According to the U.S. Department of Health and Human Services over 70% of Americans over 65 will need some long-term care services either at home, in an assisted living facility, or in a nursing home. Without long-term care insurance, the last years of life can be financially devastating for seniors and their families.

The good news is that there are a range of LTC coverage products that can lift this burden and allow for aging with more independence and dignity and less reliance on the kindness of family and friends. More information, without cost or obligation, is just a call away.

Please pass this article on to family or friends, especially those in their fifties.

That is one of our most frequently asked questions. The short answer is - possibly.

Before the question can be answered we need to drill into your parent’s specific situation. We will ask some questions to determine some factors that influence the final answer. Eventually, your parents will need to be directly involved in answering these questions.

  1. Do you understand what services are paid for under long-term care coverage?
  2. Does one or both of your parents currently require substantial assistance with two or more of the six Activities of Daily Living (called ADLs which are eating, bathing, dressing, continence, transferring, and toileting)?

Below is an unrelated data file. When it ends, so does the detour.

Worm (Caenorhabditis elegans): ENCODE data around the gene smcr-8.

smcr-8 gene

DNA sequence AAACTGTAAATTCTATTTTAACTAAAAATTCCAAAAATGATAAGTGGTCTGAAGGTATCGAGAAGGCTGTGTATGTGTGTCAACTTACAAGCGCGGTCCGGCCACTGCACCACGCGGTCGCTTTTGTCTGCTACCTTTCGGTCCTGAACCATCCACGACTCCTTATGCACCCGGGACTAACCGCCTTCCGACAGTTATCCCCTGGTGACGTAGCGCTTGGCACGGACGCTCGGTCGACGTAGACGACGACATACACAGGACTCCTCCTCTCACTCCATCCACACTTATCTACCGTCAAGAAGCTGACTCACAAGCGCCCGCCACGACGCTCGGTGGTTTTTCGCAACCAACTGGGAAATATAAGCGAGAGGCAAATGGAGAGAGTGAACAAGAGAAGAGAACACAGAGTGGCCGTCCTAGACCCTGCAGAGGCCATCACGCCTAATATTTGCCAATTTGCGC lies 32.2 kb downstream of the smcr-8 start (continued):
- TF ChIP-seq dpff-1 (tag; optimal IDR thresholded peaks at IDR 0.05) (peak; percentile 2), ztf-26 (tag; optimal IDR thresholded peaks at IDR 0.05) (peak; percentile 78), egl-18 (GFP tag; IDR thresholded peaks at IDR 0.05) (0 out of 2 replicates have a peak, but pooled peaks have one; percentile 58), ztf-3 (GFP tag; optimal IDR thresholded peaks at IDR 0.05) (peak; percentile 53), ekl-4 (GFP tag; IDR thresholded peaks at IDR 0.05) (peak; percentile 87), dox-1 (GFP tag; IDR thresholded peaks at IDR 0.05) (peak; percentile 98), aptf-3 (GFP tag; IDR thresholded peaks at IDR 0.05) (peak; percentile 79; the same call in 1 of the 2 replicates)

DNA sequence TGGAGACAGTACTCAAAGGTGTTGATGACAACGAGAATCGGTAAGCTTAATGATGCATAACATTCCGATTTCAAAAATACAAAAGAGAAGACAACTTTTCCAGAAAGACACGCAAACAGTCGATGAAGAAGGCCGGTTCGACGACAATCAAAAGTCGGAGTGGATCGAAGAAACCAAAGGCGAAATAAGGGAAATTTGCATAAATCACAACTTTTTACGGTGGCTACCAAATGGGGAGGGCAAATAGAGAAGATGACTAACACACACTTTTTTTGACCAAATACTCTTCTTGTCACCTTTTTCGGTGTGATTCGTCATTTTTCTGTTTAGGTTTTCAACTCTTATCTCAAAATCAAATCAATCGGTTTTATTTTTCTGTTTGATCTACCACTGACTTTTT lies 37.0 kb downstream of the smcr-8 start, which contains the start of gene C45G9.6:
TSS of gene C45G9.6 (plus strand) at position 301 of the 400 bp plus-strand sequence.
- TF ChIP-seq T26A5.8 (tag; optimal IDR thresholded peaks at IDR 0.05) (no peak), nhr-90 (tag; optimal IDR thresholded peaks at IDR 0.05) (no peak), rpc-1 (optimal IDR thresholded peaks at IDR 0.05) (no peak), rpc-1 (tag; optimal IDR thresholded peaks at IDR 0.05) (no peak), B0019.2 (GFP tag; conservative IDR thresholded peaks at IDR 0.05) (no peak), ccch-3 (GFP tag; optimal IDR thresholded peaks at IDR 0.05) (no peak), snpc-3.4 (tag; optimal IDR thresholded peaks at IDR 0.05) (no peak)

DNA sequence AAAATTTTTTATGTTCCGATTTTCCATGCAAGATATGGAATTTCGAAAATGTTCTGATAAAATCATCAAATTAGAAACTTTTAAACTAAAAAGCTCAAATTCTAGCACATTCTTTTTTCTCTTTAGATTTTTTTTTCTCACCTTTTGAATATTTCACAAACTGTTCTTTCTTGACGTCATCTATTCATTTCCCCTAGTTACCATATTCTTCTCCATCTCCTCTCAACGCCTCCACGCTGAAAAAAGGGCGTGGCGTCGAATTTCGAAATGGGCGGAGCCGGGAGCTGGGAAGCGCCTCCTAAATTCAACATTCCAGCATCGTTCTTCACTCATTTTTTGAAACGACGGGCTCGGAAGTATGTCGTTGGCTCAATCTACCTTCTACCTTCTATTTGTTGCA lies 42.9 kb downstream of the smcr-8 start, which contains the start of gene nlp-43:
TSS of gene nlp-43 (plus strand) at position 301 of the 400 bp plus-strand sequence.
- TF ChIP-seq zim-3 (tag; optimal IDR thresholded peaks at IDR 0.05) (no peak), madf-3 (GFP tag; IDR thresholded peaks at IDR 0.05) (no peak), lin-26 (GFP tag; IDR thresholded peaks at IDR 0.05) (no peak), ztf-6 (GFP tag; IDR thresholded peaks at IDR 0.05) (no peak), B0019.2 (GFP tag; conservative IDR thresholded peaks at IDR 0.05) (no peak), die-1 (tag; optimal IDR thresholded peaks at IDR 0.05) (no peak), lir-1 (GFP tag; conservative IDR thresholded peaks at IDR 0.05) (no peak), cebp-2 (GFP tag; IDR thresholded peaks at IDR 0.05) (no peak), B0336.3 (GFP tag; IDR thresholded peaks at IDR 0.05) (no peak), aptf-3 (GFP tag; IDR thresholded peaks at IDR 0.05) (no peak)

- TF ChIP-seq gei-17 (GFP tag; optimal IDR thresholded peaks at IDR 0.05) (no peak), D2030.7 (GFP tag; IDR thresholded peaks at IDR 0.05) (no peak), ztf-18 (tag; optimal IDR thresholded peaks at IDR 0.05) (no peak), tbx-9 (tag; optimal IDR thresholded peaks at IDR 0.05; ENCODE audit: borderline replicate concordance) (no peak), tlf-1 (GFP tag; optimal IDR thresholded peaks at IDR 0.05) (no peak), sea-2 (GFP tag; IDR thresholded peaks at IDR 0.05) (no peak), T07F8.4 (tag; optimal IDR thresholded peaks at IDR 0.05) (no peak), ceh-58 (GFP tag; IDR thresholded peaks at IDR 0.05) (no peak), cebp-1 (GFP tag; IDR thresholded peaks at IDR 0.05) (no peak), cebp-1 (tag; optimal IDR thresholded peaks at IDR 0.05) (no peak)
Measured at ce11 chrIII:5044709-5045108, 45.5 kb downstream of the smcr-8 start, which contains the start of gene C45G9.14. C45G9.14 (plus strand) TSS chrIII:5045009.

3. Does one or both of your parents need assistance to protect him-or-herself and/or others because of a mental deterioration (such as Alzheimer’s Disease)?
  4. What medical conditions are present and what medications are currently being administered?
  5. What surgeries or hospital stays have occurred in the past 5 years (brief details and diagnosis for each)?
  6. What are the ages of the parents?

The answers to these six questions will determine if coverage is possible. If your parents are not approvable for coverage we will let you know. In some cases the insurance company may have further questions.

Assuming that we get a green light, next come the design of the coverage and the preparation of a quotation.

There are lots of options in this stage, which means more questions. Among them are:

  1. Where do the parents want to receive long-term care (at home, in a facility, day care, etc.)? It is common that this care starts at home and eventually moves to a facility when a high level of services is needed.
  2. What are the financial constraints? Consumer protection regulations require the collection of financial information so that we can insure that this coverage is “suitable.” Financial information is submitted as part of the coverage application.
  3. Are their special requests or requirements that need to be considered? This may include considerations such as insuring that a specific facility or luxury level is planned for.

At this point we have enough information to provide an initial quotation. This quotation may change with the details of the plan that change as a result further discussion and clarification.